This summer has seen unprecedented adverse weather conditions worldwide. One need not look very far for stark evidence of this: Paris and London have been regularly baking in temperatures of over 40°C and unprecedented swathes of countryside have been lost to raging forest fires all across Europe. The impacts of global climate change are already plain to see and have been felt from every household to construction site across the globe. Things are likely to get worse, which begs the important question: what do these unprecedented weather conditions mean for construction projects, and how are they contractually poised to deal with them? 

 Weather is a protean thing at the best of times – from heavy rain or snow, floods or droughts and the wildfires that generally go with them, from strong winds to tropical storms or hurricanes, from extremely high to extremely low temperatures. Each of these weather conditions may significantly impact projects, resulting in delays and additional costs. To provide but a few examples of such impacts, they can affect  

    1. workers’ access to site,  
    2. the delivery of supplies and materials to site,  
    3. the materials themselves (for example, concrete will not dry under pouring rain),  
    4. health and safety conditions on site (for example, wind can make site conditions unsafe for workers and even impact construction if very strong),  
    5.  productivity, and  
    6. may damage the works themselves. 

There is no international harmonized definition of adverse weather conditions. This does not mean that there are no such definitions at a domestic level, however (See, for example, under French law, Article 5424-8 of the French Employment Code, further discussed below). That being said, they are generally understood to be uncontrollable climatic events which, when compared to normal site conditions, delay or render more costly the performance of the works. Contractors will generally be expected, when planning and pricing the project, to have taken into consideration the normal site conditions (including the usual weather conditions of the site), which do not give rise to any entitlement. 

 As adverse weather conditions become more and more commonplace due to the impacts of global climate change, tricky legal questions are bound to arise, from whether such conditions should be considered normal site conditions and factored in when pricing projects, to who should bear the risk of such conditions on construction projects. 

This article looks at how construction contracts, including some of the most popular standard form contracts, deal with such issues, and whether they are well positioned to weather the impacts of global climate change. 


Adverse Weather Conditions In Construction Contracts

 Several standard forms of construction contracts do address adverse weather conditions, in one way or another. However, often there is no specific provision dedicated to weather conditions. They are, instead, addressed in a number of separate contractual provisions that must be read together. These provisions relate to a wide range of from site data, extensions of time, compensation events, relevant events, specified perils, to even force majeure and hardship.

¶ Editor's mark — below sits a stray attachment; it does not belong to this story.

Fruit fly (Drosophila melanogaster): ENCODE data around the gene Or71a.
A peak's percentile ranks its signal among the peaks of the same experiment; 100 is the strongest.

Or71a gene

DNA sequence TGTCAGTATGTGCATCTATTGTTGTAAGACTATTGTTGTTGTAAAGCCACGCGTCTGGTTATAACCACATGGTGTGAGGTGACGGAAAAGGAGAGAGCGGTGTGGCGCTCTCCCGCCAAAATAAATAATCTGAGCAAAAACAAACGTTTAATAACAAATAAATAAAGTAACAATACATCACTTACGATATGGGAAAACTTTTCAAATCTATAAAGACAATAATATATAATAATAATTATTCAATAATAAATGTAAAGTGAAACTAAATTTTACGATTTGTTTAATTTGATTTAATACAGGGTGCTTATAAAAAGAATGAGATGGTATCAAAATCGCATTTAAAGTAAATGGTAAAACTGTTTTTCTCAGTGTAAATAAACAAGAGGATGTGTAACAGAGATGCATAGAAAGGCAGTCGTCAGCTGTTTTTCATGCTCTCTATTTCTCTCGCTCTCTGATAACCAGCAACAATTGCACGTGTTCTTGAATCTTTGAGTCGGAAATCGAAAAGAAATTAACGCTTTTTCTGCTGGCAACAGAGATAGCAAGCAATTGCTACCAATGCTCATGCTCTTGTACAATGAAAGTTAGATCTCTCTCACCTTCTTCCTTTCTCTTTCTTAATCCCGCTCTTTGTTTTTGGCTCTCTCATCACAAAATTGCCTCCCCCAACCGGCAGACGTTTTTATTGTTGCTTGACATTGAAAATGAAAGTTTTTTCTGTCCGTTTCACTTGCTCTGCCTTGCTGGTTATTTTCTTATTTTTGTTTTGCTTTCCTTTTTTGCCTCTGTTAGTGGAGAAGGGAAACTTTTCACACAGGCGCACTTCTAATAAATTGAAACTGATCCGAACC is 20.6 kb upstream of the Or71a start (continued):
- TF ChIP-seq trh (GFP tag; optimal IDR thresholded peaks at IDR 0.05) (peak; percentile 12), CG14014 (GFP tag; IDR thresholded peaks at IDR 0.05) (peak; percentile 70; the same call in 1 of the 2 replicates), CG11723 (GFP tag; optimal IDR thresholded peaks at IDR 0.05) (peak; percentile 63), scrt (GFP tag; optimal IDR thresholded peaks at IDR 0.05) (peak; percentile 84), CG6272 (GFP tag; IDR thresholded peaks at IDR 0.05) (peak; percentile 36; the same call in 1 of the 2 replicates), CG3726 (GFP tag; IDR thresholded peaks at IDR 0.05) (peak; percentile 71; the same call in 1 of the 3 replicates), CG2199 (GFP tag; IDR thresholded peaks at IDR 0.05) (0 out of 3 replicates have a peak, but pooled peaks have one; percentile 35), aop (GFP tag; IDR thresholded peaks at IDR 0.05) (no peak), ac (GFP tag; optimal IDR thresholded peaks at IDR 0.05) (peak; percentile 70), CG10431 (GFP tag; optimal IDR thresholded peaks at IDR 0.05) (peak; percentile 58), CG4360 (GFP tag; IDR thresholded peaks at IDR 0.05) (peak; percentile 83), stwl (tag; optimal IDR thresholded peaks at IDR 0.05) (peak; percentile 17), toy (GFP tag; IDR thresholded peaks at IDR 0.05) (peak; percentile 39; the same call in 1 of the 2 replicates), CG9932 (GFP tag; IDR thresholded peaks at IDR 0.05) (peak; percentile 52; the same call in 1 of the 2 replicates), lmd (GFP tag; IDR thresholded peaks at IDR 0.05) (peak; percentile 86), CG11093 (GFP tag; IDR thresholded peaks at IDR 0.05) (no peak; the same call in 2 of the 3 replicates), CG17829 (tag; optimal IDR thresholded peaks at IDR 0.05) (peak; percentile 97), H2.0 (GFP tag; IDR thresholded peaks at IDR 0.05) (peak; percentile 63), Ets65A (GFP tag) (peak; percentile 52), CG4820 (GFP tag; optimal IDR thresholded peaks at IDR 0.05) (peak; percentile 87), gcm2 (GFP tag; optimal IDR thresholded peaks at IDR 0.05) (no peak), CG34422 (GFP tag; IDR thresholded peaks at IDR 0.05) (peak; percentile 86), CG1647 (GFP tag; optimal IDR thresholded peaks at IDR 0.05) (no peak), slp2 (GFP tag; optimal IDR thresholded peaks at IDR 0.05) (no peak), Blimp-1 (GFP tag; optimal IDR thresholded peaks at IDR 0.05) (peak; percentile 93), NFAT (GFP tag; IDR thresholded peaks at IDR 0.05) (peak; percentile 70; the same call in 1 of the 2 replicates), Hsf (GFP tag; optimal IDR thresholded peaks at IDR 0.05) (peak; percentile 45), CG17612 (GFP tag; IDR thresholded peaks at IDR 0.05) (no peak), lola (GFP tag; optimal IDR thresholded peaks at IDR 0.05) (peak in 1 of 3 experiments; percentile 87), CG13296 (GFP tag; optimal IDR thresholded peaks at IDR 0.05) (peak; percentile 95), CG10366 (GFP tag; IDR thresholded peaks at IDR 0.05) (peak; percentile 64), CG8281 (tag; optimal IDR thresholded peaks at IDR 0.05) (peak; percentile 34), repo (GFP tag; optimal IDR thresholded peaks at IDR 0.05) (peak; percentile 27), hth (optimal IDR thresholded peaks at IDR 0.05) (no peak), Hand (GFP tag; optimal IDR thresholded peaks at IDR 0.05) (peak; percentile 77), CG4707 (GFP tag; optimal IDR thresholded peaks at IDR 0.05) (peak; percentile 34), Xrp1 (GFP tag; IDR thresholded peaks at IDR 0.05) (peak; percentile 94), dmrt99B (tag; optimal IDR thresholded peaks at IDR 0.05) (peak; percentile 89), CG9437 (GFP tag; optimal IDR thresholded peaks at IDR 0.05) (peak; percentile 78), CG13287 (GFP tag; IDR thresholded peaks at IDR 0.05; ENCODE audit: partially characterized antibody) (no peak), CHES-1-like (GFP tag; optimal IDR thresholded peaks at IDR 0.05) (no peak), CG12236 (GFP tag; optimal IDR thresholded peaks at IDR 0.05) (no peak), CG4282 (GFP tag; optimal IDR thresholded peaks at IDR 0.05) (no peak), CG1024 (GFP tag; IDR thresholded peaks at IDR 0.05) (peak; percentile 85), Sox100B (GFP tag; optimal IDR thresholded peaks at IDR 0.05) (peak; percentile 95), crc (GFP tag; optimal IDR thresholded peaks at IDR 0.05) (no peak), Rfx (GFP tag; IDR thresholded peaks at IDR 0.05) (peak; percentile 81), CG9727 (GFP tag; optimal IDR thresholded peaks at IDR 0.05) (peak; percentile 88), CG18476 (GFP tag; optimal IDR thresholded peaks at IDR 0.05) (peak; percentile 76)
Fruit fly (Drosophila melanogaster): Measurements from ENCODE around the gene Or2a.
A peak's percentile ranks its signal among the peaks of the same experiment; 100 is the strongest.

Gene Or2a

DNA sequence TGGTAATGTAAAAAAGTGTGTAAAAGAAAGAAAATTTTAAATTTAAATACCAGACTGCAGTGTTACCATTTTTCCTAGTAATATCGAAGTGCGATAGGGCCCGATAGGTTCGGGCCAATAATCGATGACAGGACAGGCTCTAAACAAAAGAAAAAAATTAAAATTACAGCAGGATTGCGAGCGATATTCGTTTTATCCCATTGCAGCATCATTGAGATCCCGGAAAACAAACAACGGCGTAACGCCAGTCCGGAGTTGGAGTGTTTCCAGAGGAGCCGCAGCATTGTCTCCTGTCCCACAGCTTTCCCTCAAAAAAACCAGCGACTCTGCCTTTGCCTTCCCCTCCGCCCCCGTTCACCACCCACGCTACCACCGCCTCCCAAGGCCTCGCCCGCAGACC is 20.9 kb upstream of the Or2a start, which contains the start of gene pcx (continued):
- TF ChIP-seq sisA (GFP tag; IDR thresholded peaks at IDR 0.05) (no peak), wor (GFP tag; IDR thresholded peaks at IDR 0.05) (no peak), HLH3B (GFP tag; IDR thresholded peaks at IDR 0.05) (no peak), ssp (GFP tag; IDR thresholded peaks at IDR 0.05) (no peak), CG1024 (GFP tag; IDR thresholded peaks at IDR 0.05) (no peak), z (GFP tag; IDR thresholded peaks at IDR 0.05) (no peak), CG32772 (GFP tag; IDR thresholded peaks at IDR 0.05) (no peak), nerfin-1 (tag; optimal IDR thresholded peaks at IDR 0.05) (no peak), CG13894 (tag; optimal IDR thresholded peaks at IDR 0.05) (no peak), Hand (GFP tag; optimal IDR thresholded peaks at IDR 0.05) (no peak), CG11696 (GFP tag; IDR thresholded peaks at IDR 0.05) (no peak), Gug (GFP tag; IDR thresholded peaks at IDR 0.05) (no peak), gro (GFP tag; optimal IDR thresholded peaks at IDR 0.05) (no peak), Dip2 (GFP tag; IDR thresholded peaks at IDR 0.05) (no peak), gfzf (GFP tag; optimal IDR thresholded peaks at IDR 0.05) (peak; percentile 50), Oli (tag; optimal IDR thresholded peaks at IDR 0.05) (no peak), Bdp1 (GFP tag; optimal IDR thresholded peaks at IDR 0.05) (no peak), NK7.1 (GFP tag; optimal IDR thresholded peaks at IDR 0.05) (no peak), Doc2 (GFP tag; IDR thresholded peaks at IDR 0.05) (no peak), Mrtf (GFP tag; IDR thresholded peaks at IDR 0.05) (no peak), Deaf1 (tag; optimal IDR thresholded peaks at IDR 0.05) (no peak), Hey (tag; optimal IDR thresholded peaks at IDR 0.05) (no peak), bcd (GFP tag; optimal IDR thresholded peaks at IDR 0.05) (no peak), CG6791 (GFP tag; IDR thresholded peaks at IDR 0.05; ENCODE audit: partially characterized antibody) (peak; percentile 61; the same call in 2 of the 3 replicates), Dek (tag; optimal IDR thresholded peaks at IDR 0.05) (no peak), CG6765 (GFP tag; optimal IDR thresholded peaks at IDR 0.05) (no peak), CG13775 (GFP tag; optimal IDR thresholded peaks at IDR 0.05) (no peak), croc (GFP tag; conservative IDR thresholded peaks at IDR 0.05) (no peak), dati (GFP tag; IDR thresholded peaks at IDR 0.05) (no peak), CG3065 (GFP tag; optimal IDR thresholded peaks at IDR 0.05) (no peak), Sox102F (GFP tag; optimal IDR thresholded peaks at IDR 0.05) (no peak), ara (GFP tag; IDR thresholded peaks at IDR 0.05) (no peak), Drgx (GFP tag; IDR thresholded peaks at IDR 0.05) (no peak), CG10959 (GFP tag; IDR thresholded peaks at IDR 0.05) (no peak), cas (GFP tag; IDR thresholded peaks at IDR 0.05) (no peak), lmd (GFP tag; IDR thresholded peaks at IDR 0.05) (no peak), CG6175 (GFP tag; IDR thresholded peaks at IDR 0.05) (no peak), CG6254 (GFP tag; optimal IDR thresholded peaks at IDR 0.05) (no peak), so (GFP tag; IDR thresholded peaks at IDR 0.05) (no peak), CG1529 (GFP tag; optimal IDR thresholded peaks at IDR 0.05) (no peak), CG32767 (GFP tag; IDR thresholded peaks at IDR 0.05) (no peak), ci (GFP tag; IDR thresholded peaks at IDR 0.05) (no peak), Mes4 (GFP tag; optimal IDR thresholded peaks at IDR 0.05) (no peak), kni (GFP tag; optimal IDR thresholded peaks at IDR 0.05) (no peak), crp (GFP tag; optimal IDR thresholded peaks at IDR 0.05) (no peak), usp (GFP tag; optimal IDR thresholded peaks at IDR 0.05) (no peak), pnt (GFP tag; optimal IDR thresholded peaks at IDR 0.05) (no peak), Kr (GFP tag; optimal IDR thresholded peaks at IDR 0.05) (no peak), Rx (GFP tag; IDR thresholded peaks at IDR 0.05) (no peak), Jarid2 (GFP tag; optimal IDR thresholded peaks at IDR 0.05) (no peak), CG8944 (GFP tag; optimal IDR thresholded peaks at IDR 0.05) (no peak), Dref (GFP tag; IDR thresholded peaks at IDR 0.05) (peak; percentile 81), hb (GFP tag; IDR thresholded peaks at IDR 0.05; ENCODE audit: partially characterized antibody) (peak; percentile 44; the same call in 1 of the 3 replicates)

French Construction Contracts 

 The 2021 French general conditions for public works (“CCAG Travaux Publics”) provide for three different remedies available for weather-related claims:  

    1. extensions of time (See, Article 18.2.3 of the CCAG Travaux Publics),  
    2. additional payments (See, Article 9.1.1 of the CCAG Travaux Publics), and  
    3. compensation for loss and damages (See, Article 17.3 of the CCAG Travaux Publics.). 

That being said, a key distinction should be made between events granting entitlement to extensions of time only, and others that grant some form of financial entitlement. Events giving rise to an entitlement to an extension of time only are defined by reference to the definition of adverse weather given in the French Employment Code. Pursuant to this Code, the following are considered to be adverse weather conditions: atmospheric conditions and floods when they result in the performance of the works being dangerous or impossible with regards to either the workers’ health or safety, or the nature or technic of the work to be performed (See, Article 5424-8 of the French Employment Code). In contrast, the two other forms of remedies, additional payments and compensation, are only available to the contractor in the event of unforeseeable natural phenomena – which suggests an even higher test than that of adverse weather. In either case, arguably, the standard under French law is loosely defined and offers little help to decide on who bears the risk of adverse weather conditions. 

 As for construction contracts for private works, French contracts often refer to the standard Afnor NF P 03-001, which is heavily inspired by the CCAG Travaux Publics. Article 10 of this standard grants contractors an extension of time equal to the number of days the contractor has been impacted by adverse weather. This extension of time will have the consequential effect of exonerating the contractor from paying liquidated damages (“pénalités de retard”) for such delay.   



 In the FIDIC Rainbow Suite of contracts, the approach to adverse weather conditions depends on the form used and its purpose.   

 For example, in the Conditions of Contract for Construction (the “Red” Book) and those for Plant and Design-Build (the “Yellow” Book), a contractor may be entitled to an extension of time (but no additional costs) if the adverse weather is exceptional. To qualify as exceptional, adverse weather conditions will need to be compared to:  

    1. the site data, notably consisting of the climatic and environmental conditions at site, provided by the employer as per Sub-Clause 2.5 [Site Data and Items of Reference], and